Wednesday, February 21, 2018

Demons of the Night: Tales of the Fantastic, Madness, and the Supernatural from Nineteenth-Century France (ed.) Joan Kessler

0226432084
University of Chicago Press, 1995
326 pp

paperback

And it's back to France once again with this stunning collection of tales, nine of which are newly translated by the book's editor, Joan Kessler.

A few days ago I was asked by someone about the similarity between the "scare elements" of French tales like these and those I'd find in an American collection from the same time period.  Well, for one thing, I'm not overly familiar with American stories of the same period, but for another thing, I have to admit being thrown off by this question, so I borrowed from Terry Hale in his introduction to  The Dedalus Book of French Horror: The 19th-Century, trying to explain that it depends on who you read and when they wrote as to what you're going to find in their work:
"Born in the aftermath of the French Revolution, the Romantic writers of the 1820s and 30s brought to the genre narrative sophistication and their own set of macabre fears and anxieties concerning such matters as the death penalty, anatomical research, the cholera epidemic, infanticide, and man's inhumanity to man; the rise of spiritualism in the mid-century presented a fresh collection of moral problematics; finally, the end of the century, especially under the pioneering work in the discipline later to become known as psychology, witnessed a renewed fascination in diabolicism and morbid sexuality." (35)
I also noted that Hale  suggested that it was "the psychological insight of Poe" that stood as the "original impetus" for "contes cruels" while, as he stated, the "contes fantastiques" of the sort that are in this collection, were inspired by E.T.A. Hoffman, "the literary lion" who "introduced a range of themes, ideas and narrative techniques" that helped to "renew" these sorts of tales, which would "remain in vogue" over seven decades. (31)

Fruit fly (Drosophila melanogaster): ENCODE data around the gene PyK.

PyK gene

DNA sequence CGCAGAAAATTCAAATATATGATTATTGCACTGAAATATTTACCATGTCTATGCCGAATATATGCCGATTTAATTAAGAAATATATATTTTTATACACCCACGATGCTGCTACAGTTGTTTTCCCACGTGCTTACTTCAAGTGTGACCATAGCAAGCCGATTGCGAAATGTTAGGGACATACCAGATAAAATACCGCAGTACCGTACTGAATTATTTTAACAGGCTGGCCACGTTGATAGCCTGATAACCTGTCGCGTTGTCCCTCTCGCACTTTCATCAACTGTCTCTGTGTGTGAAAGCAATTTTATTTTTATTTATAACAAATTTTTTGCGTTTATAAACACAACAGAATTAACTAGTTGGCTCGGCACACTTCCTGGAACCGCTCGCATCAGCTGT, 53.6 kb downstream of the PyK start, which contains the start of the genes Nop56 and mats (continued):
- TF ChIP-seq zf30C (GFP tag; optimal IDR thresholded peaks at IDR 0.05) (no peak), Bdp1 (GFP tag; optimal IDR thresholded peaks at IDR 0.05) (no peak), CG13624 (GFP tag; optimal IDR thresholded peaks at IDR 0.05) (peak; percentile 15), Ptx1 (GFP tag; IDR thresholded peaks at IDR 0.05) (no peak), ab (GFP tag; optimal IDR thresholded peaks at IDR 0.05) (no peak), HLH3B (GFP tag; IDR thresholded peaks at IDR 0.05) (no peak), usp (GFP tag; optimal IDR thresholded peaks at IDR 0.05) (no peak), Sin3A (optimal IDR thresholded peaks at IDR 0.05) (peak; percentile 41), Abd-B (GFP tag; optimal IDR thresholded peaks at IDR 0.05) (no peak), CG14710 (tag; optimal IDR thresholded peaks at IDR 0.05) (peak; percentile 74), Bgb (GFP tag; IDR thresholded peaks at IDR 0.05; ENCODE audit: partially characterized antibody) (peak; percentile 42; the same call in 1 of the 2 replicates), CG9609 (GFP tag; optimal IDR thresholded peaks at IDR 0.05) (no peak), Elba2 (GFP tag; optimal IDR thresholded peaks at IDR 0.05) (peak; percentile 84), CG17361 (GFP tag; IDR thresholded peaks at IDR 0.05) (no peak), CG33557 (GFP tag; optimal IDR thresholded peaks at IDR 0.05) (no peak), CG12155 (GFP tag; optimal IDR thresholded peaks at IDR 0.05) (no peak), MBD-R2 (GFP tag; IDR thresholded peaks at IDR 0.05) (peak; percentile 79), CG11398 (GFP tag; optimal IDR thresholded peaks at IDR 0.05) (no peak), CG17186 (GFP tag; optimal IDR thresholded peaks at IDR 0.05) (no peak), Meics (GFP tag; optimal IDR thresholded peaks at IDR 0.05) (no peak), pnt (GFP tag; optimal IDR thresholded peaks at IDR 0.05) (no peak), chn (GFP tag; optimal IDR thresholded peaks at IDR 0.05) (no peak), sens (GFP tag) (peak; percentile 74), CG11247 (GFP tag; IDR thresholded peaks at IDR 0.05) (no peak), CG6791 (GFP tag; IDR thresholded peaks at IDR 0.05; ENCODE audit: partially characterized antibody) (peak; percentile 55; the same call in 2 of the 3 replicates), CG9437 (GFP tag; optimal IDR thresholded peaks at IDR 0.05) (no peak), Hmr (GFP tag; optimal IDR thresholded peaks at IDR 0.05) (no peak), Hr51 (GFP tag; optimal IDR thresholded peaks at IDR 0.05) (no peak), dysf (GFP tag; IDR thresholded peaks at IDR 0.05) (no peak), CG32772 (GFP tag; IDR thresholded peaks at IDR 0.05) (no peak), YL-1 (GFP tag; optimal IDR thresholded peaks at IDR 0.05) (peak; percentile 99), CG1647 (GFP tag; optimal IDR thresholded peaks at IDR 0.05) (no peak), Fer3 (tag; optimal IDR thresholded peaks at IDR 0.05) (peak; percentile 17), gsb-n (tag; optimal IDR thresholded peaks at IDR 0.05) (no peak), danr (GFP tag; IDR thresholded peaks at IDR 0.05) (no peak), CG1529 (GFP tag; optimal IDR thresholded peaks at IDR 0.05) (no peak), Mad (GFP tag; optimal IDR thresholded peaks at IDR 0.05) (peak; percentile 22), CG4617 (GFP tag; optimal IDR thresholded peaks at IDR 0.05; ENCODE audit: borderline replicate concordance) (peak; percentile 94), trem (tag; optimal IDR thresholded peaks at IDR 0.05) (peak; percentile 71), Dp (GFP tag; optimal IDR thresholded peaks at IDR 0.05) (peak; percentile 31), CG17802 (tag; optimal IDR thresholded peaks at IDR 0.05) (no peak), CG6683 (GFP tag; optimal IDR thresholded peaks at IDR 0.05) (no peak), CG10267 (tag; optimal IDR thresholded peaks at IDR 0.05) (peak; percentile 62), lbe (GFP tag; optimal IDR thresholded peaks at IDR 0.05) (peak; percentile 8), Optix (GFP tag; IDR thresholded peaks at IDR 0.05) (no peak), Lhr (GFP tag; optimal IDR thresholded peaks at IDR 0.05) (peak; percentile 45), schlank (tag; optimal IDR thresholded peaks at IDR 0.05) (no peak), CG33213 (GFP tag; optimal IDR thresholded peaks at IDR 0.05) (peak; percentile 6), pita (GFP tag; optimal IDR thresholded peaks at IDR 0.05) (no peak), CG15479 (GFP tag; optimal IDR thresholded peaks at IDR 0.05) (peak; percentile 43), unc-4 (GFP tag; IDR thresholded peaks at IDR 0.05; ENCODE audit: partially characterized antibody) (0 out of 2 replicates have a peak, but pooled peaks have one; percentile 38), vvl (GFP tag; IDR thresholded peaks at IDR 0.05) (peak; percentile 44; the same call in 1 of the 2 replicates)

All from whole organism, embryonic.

There are many other factors that go into the making of these tales, much too lengthy to list and to explain in a nutshell;  I hope  my short answer was  understandable.  What I didn't say is that I don't really approach any of these stories to be hit with the "scare element" -- that's not at all why I read them.  If the frisson of terror climbs up my spine now and then, hooray, but I look at my reading of the works of these authors as a way of discovering how they each engaged with past and contemporary anxieties as well as themselves.

Ms. Kessler says of these authors in her introduction that
"Their works repeatedly probe the subject of the unconscious, often through the metaphor of the divided self or the landscape of dream and madness.  As they gravitate toward those areas of experience inaccessible to rational understanding, they actually lead us to a more complete notion of our own minds, with their web of tangled, contradictory motivations and impulses."

Briefly and with no more than brief annotations from me here, there are thirteen fantastic tales in Demons of the Night, appropriately led by Charles Nodier's "Smarra, or Demons of the Night" (1821).  I had read a Dedalus book some time back called Smarra and Trilby, two tales written by this author and neglected to post because of time; his Infernalia is waiting to be read on my Kindle.   "Smarra" takes the reader immediately into the realm of dreams, but wait -- there are dreams within dreams, with the only real anchors to be found in this multi-layered story at the beginning and end, and even then there is a big question that needs asking.   In this case it isn't necessary, but it would be very helpful to be familiar with The Golden Ass by Apuleius; I had to give it a read before I could finish my first go round with this story.   Next up comes Balzac's "The Red Inn" which is absolutely great.  The overall meaning of the tale will become clear as you read it, but the getting there involves one man whose thoughts about committing a particularly heinous crime become a reality -- but when the deed is done, he can't remember doing it.  Obviously there's more, but you won't hear it from me. Balzac is followed by "The Venus of Ille" by Prosper Mérimée,  which starts out with a sort of MR James vibe before it gets positively dark and deliciously creepy, with an ending I swear I'll never forget.   This story is followed by two absolutely delightful tales by Théophile Gautier, "The Dead in Love" (aka "Clarimonde) and "Arria Marcella."  In the first, which I can only describe as a story of a man with a divided self, a priest finds himself mesmerized by a beautiful woman at the exact moment he is to take holy orders; in the second, a trip to a museum to view artifacts of Pompeii leads one man to the woman of his dreams.   "The Dead in Love" will hold you spellbound until the last word -- it's also one that requires a lot of thought in the long run for more under-the-surface readers.